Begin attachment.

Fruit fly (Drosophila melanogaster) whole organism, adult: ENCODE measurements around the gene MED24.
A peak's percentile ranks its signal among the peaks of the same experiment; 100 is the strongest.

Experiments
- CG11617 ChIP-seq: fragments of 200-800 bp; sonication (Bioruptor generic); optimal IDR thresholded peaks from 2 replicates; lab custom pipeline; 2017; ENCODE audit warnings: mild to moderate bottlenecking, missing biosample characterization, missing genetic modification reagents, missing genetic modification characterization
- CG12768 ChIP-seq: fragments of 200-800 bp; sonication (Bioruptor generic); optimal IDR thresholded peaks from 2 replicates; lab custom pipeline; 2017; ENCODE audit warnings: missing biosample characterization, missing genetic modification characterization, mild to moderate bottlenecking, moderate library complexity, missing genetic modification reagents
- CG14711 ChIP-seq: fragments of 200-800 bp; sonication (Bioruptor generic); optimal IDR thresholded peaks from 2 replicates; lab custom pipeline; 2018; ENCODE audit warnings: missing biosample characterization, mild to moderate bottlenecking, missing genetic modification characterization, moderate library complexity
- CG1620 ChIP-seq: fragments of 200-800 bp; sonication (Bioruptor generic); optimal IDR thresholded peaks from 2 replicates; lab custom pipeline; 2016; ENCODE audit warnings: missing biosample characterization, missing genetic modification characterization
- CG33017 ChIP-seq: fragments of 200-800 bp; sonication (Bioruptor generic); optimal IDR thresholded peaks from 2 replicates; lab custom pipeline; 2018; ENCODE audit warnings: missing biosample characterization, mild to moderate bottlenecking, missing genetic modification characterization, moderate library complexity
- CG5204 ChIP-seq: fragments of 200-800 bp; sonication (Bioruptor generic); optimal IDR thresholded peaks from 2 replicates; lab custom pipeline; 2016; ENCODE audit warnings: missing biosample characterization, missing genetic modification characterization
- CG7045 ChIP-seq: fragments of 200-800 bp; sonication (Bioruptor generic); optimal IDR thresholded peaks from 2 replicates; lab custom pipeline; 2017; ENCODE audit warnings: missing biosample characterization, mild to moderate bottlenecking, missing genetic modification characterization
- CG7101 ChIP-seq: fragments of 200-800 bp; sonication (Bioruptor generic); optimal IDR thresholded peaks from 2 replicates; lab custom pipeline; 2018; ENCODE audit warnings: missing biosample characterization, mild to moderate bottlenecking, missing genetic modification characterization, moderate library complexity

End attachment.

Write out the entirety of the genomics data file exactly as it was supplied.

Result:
Fruit fly (Drosophila melanogaster) whole organism, adult: ENCODE measurements around the gene MED24.
A peak's percentile ranks its signal among the peaks of the same experiment; 100 is the strongest.

Experiments
- CG11617 ChIP-seq: fragments of 200-800 bp; sonication (Bioruptor generic); optimal IDR thresholded peaks from 2 replicates; lab custom pipeline; 2017; ENCODE audit warnings: mild to moderate bottlenecking, missing biosample characterization, missing genetic modification reagents, missing genetic modification characterization
- CG12768 ChIP-seq: fragments of 200-800 bp; sonication (Bioruptor generic); optimal IDR thresholded peaks from 2 replicates; lab custom pipeline; 2017; ENCODE audit warnings: missing biosample characterization, missing genetic modification characterization, mild to moderate bottlenecking, moderate library complexity, missing genetic modification reagents
- CG14711 ChIP-seq: fragments of 200-800 bp; sonication (Bioruptor generic); optimal IDR thresholded peaks from 2 replicates; lab custom pipeline; 2018; ENCODE audit warnings: missing biosample characterization, mild to moderate bottlenecking, missing genetic modification characterization, moderate library complexity
- CG1620 ChIP-seq: fragments of 200-800 bp; sonication (Bioruptor generic); optimal IDR thresholded peaks from 2 replicates; lab custom pipeline; 2016; ENCODE audit warnings: missing biosample characterization, missing genetic modification characterization
- CG33017 ChIP-seq: fragments of 200-800 bp; sonication (Bioruptor generic); optimal IDR thresholded peaks from 2 replicates; lab custom pipeline; 2018; ENCODE audit warnings: missing biosample characterization, mild to moderate bottlenecking, missing genetic modification characterization, moderate library complexity
- CG5204 ChIP-seq: fragments of 200-800 bp; sonication (Bioruptor generic); optimal IDR thresholded peaks from 2 replicates; lab custom pipeline; 2016; ENCODE audit warnings: missing biosample characterization, missing genetic modification characterization
- CG7045 ChIP-seq: fragments of 200-800 bp; sonication (Bioruptor generic); optimal IDR thresholded peaks from 2 replicates; lab custom pipeline; 2017; ENCODE audit warnings: missing biosample characterization, mild to moderate bottlenecking, missing genetic modification characterization
- CG7101 ChIP-seq: fragments of 200-800 bp; sonication (Bioruptor generic); optimal IDR thresholded peaks from 2 replicates; lab custom pipeline; 2018; ENCODE audit warnings: missing biosample characterization, mild to moderate bottlenecking, missing genetic modification characterization, moderate library complexity